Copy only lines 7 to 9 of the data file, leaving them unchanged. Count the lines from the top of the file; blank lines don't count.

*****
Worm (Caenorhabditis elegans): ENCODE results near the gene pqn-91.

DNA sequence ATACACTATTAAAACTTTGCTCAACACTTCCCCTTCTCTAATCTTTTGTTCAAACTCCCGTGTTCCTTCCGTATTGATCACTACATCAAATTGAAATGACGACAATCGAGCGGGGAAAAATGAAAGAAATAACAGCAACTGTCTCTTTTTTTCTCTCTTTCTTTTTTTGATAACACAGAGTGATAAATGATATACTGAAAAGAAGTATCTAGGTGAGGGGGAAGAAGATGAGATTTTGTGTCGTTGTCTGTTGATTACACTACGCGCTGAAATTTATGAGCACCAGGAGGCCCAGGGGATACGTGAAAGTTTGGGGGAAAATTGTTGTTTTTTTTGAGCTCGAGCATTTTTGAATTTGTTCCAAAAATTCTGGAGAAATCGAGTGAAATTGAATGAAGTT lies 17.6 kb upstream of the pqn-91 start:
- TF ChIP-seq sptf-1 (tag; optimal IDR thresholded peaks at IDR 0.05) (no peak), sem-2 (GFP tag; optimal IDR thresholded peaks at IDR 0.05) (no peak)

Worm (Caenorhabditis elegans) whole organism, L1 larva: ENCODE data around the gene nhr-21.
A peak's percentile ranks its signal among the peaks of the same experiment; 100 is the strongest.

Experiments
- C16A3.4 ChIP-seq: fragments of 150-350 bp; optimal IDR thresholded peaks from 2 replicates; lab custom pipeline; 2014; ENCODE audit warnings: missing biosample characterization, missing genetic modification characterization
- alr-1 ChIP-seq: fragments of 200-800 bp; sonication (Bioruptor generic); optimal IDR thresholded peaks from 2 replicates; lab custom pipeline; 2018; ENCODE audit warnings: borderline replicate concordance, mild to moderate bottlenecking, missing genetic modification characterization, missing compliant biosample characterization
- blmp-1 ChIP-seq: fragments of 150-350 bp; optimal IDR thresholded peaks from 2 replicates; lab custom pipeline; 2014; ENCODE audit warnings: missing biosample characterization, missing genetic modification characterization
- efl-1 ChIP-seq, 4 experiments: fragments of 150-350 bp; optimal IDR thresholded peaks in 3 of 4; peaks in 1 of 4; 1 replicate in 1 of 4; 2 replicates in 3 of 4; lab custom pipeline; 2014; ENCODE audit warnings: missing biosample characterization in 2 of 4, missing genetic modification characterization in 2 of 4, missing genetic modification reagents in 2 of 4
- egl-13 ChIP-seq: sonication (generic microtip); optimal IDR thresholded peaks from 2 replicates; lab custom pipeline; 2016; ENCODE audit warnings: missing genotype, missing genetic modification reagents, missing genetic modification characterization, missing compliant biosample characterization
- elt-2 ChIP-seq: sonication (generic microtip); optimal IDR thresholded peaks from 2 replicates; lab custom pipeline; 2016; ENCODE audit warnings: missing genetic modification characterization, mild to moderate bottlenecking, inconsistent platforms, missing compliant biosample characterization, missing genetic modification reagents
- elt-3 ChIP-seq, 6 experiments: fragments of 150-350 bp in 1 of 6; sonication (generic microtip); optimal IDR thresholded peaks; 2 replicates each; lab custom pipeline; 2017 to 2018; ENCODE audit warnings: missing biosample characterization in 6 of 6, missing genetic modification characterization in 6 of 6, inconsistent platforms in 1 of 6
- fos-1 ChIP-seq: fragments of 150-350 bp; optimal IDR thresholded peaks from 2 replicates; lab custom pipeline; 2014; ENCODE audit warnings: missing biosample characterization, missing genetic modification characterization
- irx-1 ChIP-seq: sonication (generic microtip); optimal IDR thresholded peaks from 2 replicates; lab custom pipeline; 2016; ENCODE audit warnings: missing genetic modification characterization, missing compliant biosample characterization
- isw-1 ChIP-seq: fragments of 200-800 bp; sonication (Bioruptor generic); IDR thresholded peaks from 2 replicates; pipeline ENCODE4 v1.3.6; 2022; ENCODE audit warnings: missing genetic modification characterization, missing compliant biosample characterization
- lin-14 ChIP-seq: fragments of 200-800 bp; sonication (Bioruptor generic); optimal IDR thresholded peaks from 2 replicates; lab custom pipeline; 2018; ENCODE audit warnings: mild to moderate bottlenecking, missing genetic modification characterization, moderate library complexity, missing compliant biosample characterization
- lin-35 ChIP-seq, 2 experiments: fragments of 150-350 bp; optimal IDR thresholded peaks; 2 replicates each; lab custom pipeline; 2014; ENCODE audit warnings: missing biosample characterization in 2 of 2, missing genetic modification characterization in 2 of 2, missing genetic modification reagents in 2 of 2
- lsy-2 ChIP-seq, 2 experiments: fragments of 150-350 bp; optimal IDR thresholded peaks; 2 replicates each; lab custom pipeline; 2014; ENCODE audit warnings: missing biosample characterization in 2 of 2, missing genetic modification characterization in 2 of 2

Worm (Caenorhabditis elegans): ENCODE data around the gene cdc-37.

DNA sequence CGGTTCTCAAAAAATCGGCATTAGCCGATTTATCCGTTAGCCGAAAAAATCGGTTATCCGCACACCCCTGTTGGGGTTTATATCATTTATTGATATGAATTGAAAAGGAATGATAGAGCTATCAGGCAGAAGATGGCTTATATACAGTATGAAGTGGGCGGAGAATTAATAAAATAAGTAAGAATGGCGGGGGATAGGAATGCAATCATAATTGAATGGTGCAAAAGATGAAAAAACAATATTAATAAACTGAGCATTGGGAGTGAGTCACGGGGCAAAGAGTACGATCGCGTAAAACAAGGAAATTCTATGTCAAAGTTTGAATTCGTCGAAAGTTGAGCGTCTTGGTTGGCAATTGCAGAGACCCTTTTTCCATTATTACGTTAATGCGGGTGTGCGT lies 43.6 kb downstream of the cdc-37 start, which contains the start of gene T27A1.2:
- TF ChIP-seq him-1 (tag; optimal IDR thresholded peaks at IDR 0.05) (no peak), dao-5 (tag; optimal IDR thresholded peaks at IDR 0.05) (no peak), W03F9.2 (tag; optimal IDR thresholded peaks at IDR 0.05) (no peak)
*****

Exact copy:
- C16A3.4 ChIP-seq: fragments of 150-350 bp; optimal IDR thresholded peaks from 2 replicates; lab custom pipeline; 2014; ENCODE audit warnings: missing biosample characterization, missing genetic modification characterization
- alr-1 ChIP-seq: fragments of 200-800 bp; sonication (Bioruptor generic); optimal IDR thresholded peaks from 2 replicates; lab custom pipeline; 2018; ENCODE audit warnings: borderline replicate concordance, mild to moderate bottlenecking, missing genetic modification characterization, missing compliant biosample characterization
- blmp-1 ChIP-seq: fragments of 150-350 bp; optimal IDR thresholded peaks from 2 replicates; lab custom pipeline; 2014; ENCODE audit warnings: missing biosample characterization, missing genetic modification characterization